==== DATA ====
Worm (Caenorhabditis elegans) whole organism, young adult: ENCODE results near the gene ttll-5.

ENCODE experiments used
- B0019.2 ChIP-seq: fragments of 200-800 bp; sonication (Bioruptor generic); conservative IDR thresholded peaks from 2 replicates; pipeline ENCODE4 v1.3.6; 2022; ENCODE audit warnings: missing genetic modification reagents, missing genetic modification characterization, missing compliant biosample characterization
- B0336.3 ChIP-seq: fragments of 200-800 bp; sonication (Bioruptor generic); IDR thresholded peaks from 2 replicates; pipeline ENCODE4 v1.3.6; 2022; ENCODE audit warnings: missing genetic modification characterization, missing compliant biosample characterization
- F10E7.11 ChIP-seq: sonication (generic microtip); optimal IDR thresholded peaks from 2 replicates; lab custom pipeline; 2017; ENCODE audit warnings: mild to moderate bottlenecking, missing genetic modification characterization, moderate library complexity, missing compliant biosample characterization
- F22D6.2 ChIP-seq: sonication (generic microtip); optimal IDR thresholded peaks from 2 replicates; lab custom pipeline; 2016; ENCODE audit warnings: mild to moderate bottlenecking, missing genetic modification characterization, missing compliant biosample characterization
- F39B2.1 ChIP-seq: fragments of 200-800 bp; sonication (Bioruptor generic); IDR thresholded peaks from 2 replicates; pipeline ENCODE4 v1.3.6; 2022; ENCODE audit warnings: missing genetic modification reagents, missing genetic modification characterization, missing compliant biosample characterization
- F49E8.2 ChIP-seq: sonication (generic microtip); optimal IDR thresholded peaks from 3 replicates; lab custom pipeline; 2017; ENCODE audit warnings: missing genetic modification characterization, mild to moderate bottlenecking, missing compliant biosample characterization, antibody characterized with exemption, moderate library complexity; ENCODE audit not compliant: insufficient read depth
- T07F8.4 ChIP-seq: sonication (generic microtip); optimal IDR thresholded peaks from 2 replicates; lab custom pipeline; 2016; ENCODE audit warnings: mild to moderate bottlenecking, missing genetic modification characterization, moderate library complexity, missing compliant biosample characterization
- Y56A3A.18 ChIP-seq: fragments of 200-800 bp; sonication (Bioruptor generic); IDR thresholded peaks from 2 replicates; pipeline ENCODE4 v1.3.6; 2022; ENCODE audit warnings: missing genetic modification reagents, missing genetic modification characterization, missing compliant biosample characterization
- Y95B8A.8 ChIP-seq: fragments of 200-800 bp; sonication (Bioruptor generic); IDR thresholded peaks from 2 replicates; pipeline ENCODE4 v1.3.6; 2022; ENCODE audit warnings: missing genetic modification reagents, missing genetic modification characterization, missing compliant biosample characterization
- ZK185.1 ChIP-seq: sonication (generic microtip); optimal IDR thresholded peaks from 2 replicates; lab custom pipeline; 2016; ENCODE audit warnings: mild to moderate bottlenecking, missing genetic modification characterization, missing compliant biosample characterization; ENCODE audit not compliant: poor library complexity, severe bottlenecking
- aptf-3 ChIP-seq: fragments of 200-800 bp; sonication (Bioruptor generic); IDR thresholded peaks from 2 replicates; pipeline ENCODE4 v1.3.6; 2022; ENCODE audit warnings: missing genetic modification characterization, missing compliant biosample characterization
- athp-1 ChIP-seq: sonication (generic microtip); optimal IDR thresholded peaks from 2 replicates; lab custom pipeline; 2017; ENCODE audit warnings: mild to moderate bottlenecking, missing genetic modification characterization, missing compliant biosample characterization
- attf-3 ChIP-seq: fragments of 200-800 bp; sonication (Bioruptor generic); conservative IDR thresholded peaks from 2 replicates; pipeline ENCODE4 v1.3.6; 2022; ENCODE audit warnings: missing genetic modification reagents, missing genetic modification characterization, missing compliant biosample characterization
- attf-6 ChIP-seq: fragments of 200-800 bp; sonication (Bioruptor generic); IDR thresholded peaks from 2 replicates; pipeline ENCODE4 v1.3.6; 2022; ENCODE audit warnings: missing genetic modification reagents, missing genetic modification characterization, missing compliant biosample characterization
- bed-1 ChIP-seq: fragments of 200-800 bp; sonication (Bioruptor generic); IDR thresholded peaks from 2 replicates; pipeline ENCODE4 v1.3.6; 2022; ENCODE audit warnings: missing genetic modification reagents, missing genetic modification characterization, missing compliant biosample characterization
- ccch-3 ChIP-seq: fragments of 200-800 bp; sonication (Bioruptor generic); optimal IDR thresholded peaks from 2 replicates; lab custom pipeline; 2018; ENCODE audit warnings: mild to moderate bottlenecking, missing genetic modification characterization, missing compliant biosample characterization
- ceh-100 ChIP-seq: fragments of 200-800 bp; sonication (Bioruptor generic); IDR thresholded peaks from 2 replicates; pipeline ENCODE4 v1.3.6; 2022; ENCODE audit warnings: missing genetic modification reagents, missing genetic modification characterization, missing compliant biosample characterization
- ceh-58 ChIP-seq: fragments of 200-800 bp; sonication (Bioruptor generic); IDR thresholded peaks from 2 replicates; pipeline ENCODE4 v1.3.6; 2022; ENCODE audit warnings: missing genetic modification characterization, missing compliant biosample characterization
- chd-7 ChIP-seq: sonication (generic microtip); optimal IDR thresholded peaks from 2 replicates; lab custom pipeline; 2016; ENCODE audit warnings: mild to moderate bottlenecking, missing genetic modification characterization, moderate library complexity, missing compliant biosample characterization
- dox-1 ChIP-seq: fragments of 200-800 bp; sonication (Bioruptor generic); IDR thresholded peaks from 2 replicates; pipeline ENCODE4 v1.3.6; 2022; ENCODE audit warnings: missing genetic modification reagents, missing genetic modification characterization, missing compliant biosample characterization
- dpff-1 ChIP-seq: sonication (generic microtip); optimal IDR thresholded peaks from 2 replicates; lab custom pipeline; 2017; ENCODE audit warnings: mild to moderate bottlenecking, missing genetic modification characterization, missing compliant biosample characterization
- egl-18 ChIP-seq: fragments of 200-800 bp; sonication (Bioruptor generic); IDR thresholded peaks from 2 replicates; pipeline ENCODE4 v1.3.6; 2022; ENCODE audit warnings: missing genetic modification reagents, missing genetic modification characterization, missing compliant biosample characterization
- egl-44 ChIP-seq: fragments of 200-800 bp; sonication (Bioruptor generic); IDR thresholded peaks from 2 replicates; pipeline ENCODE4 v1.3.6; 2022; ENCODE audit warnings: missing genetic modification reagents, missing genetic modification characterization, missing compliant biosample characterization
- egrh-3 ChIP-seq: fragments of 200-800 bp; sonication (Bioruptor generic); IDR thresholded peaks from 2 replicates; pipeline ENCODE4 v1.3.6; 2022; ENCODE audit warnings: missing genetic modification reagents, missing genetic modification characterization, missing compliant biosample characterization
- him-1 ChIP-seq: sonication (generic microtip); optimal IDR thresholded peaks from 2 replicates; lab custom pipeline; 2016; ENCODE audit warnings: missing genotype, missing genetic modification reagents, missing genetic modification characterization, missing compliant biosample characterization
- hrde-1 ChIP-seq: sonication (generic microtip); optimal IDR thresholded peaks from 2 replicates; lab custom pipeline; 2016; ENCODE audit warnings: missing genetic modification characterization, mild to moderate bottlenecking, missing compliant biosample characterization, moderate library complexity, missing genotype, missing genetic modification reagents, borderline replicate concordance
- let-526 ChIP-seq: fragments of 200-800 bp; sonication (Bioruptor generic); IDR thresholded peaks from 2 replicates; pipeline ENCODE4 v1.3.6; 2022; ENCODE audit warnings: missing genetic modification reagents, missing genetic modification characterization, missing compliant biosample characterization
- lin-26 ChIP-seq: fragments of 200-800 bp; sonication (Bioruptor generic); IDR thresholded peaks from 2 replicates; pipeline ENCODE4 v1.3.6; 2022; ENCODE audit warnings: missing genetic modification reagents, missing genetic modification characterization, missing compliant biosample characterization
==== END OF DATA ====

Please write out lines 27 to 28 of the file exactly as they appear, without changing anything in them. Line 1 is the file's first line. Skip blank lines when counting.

- him-1 ChIP-seq: sonication (generic microtip); optimal IDR thresholded peaks from 2 replicates; lab custom pipeline; 2016; ENCODE audit warnings: missing genotype, missing genetic modification reagents, missing genetic modification characterization, missing compliant biosample characterization
- hrde-1 ChIP-seq: sonication (generic microtip); optimal IDR thresholded peaks from 2 replicates; lab custom pipeline; 2016; ENCODE audit warnings: missing genetic modification characterization, mild to moderate bottlenecking, missing compliant biosample characterization, moderate library complexity, missing genotype, missing genetic modification reagents, borderline replicate concordance